Weekend Open Thread

Nothing better proves the complete hypocrisy of the left better than the way they’ve treated Obama’s non-action on the Louisiana floods. The left only cares about people when they can wring political advantage out of it – there’s no upside in highlighting disaster in Louisiana (Democrat President, Democrat governor), so there’s just nothing to care about.

LA Times tracking poll shows Trump once again with a national lead – not that big a thing, but the LA Times did pick up the previous Trump surge in the polls. I suspect that Trump’s “pivot” (as it were) over the past week is going to bring most GOPers home to him…and that will work to increase his poll numbers.

Libertarians should focus on liberty. Of course. But they don’t seem to be – in fact, in 2016, I’ve seen them as de-facto Democrat Lite.

Ed Morrisey’s review of the Ben Hur reboot. He gives it 4 out of 5 stars. I’m very wary of watching remakes as 99% of them suck very, very badly. This is especially a tough hill to climb for me because (a) I was always a big fan of Charlton Heston and (b) that version of Ben Hur is now a beloved memory of my youth. I think, though, that I might give this one a shot.

A Palestinian who rendered aid to a Jewish woman is facing persecution by his fellow Palestinians. Couple this with that Egyptian athlete who refused to shake hands with the Israeli in Rio and you really get to the crux of the problem: all too many Muslims refuse to concede the basic humanity of Israelis. Obviously, given the subject of the story, some of them do – but enough of them don’t to cause all the trouble.

The glories of socialism – Venezuelans raid zoo for food.

Some people are upset at questions regarding Hillary’s overall health – but I think it just natural. She’s pushing 70 and Trump is over 70…both of them should be observed closely as to whether they have the sheer physical stamina for the job. And there’s Trump, out on the hustings day in and day out…while Hillary keeps to a light schedule and just isn’t in the news all that much. To be sure, part of this is just in the nature of things – Hillary is disliked and her advisors have probably carefully explained to her that the less people see her, the better her chances…but surely the Democrats can come up with enough friendly audiences to keep her busy?

Honest conversations about race are anything but. The bottom line is that the Progressives don’t want such a conversation as anything relevant and true on the subject indicts them. But, meanwhile, the right also doesn’t want such a conversation because, well, I guess we’re afraid to have it. But it does need to be had – and Trump, to his credit, has at least dived into it. I’m praying that we on the right start seriously talking about it – and, more importantly, listening about it. The future of our nation really revolves around how we resolve this issue…Tribalism is what can break us apart and finish us as a people. We must become united.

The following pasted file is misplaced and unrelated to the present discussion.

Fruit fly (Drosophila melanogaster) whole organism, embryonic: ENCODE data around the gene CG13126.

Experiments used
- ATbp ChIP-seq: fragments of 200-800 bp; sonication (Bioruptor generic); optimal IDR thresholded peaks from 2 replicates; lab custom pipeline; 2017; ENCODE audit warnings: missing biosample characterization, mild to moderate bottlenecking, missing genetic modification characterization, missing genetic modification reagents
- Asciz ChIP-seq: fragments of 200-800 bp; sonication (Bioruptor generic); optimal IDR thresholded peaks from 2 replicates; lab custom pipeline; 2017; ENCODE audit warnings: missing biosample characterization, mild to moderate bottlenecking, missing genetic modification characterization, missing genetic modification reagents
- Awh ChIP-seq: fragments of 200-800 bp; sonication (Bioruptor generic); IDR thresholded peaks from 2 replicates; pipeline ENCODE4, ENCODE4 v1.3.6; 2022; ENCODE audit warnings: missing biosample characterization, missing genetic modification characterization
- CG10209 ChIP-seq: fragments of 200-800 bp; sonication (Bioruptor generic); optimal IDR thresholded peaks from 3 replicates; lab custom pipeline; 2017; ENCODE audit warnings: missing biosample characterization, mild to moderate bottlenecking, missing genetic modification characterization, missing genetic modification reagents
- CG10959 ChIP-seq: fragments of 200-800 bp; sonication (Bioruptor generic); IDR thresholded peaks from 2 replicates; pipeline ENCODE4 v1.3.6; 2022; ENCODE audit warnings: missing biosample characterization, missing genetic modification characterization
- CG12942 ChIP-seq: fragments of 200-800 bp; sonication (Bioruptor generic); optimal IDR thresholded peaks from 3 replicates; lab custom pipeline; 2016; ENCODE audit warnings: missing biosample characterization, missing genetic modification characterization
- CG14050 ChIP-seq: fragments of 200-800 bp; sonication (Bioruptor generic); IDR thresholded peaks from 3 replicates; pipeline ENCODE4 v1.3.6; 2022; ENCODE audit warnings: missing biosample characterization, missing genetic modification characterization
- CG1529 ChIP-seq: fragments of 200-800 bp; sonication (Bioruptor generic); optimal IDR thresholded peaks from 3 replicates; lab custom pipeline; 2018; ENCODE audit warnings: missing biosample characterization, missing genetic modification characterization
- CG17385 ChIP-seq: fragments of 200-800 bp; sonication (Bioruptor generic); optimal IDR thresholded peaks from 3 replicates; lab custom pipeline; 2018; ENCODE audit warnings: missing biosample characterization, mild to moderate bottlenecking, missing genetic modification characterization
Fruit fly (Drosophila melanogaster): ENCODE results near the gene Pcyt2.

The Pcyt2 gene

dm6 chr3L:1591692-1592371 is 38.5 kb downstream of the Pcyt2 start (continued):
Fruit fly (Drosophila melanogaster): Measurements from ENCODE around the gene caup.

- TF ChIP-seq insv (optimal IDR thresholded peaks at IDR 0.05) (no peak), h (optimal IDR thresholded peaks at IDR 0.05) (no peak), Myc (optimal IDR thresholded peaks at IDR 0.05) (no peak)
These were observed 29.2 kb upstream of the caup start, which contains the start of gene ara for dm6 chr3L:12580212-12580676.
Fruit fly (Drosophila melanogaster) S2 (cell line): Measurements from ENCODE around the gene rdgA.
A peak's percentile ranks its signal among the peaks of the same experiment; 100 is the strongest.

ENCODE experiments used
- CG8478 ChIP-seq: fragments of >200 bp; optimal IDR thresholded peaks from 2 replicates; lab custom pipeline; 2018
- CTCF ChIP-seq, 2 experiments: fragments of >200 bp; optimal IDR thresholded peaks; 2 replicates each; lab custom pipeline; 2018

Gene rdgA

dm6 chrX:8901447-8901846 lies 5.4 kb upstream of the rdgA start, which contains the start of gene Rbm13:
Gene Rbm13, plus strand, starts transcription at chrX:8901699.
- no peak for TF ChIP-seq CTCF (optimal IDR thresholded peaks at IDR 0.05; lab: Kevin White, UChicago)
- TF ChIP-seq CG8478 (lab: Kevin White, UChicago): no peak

21 thoughts on “Weekend Open Thread

  1. Amazona August 20, 2016 / 11:02 pm

    I had a black man working for me who was very blunt about his opinion of the race issue. He says it doesn’t matter. That race doesn’t matter, that is. He has a unique perspective—when his parents died he and his brothers were taken in by a white family. He says he finds skin color absolutely irrelevant. He asked me if he could go with me to the Paul Ryan rally in Coloradoin 2012, has black friends and white friends and a white girlfriend. As he told me, some people are tall, some are short, some are thin, some are fat, some are light skinned and some are dark. Big deal.

    It’s interesting to spend time with black people who are not American. They don’t obsess about race, and therefore race is just not an issue.

    I do not see any efforts in the so-called “black community” about the betrayal of Dr. King’s famous dream exhibited in their rhetoric or actions.

    I applaud Trump’s efforts at opening up this difficult discussion, but it has to be done. Black people in this country have, for the most part, been treated like livestock by Democrats—fed and housed and harvested for votes, but not treated with respect, as human beings entitled to participate in the American dream.

  2. Amazona August 20, 2016 / 11:07 pm

    re: Ben Hur. I don’t think I will go see it. I have just reached the point of not liking to see movies in which horses are used the way they are in movies like this. I know the conditions have been improved, but when I see scenes like those in the trailers, it reminds me that of all species horses have not only contributed the most to the development of civilization, they have been the most routinely abused. From blind mine ponies to war horses cut down because they were bigger targets than their riders, it is a sad history, and I have become sensitized to it. As for Ben Hur, I have never gotten over the sight of the spinning blades on the chariot wheels—-blades designed to cut the legs out from under the horses.

    It’s just become a thing with me.

  3. Cluster August 21, 2016 / 12:43 pm

    From the YCMTSU file – when Hillary supporter Ben Cardin was asked today about the Iran statement that the $400 million was directly paid for the release of the prisoners, he said and I quote, “the Iranians never tell the truth, so we just shouldn’t believe anything they say”. Really. Evidently Obama and Hillary believed them enough to sign a nuclear deal with them allowing them to essentially perform their own inspections. The incompetence and dishonesty amongst Democrats is astonishing. Case in point, Hillary’s “big” economic plan is to …. wait for it ….. invest in infrastructure. That may sound familiar to many of you. Remember “shovel ready jobs”?

    Re: Trump’s message to blacks, when I heard him say that Democrat policies have failed the black community for the last few decades and that Democrats only care about their votes, I gave him a standing ovation. I have been waiting for someone in the GOP to say that for the last 20 years. It’s a hard truth that everyone, particularly the black community needs to hear.